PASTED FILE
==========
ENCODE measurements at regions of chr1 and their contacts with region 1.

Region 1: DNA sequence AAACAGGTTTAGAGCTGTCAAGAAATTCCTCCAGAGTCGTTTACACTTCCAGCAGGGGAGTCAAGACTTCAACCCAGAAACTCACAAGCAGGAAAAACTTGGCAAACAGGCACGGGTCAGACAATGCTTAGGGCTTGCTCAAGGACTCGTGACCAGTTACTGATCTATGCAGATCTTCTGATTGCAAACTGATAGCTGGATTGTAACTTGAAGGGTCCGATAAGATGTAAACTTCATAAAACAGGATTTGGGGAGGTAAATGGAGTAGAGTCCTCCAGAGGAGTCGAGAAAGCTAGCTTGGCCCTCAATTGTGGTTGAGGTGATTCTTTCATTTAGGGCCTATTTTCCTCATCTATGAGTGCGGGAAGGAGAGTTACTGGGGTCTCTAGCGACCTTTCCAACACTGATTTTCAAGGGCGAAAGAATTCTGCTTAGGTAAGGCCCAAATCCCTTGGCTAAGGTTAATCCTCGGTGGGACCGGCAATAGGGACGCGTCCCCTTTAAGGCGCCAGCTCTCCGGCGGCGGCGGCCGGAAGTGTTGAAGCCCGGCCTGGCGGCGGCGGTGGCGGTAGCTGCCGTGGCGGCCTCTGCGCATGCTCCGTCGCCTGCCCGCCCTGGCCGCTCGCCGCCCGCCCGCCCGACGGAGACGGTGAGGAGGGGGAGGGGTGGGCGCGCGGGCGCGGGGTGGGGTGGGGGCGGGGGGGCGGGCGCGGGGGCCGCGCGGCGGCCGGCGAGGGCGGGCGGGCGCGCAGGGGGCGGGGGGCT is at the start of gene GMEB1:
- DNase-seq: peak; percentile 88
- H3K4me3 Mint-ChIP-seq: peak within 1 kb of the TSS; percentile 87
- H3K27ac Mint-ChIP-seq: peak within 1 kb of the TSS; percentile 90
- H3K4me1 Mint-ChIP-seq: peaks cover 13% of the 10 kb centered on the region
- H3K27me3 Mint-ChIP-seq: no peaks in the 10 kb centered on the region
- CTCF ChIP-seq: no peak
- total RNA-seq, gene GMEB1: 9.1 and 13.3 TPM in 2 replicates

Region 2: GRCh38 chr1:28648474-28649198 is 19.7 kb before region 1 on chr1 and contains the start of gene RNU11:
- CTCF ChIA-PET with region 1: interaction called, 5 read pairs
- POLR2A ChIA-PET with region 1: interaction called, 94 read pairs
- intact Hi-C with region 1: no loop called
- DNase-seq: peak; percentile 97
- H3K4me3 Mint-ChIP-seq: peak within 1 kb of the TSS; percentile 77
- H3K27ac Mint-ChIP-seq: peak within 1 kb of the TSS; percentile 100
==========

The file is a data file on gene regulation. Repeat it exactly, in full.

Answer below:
ENCODE measurements at regions of chr1 and their contacts with region 1.

Region 1: DNA sequence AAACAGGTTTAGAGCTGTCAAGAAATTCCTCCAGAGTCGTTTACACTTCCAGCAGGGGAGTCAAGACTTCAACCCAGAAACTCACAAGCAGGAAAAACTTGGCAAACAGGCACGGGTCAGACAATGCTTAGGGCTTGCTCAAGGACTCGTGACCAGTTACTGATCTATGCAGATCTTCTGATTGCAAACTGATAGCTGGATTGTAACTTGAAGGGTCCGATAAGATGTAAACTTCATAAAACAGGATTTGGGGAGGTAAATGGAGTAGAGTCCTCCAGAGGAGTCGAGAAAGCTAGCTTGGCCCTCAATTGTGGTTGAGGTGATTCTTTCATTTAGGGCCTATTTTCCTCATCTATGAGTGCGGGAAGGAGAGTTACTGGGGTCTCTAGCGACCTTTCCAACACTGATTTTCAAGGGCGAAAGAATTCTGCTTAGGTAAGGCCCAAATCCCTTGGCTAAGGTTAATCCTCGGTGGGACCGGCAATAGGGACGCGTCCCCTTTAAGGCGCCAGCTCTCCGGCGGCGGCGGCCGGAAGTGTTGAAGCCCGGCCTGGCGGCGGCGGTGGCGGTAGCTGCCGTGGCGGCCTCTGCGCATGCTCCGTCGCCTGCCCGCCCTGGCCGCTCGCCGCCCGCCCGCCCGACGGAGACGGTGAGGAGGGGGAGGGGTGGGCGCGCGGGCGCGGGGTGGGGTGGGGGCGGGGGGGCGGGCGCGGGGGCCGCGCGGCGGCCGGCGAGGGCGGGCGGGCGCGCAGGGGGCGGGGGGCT is at the start of gene GMEB1:
- DNase-seq: peak; percentile 88
- H3K4me3 Mint-ChIP-seq: peak within 1 kb of the TSS; percentile 87
- H3K27ac Mint-ChIP-seq: peak within 1 kb of the TSS; percentile 90
- H3K4me1 Mint-ChIP-seq: peaks cover 13% of the 10 kb centered on the region
- H3K27me3 Mint-ChIP-seq: no peaks in the 10 kb centered on the region
- CTCF ChIP-seq: no peak
- total RNA-seq, gene GMEB1: 9.1 and 13.3 TPM in 2 replicates

Region 2: GRCh38 chr1:28648474-28649198 is 19.7 kb before region 1 on chr1 and contains the start of gene RNU11:
- CTCF ChIA-PET with region 1: interaction called, 5 read pairs
- POLR2A ChIA-PET with region 1: interaction called, 94 read pairs
- intact Hi-C with region 1: no loop called
- DNase-seq: peak; percentile 97
- H3K4me3 Mint-ChIP-seq: peak within 1 kb of the TSS; percentile 77
- H3K27ac Mint-ChIP-seq: peak within 1 kb of the TSS; percentile 100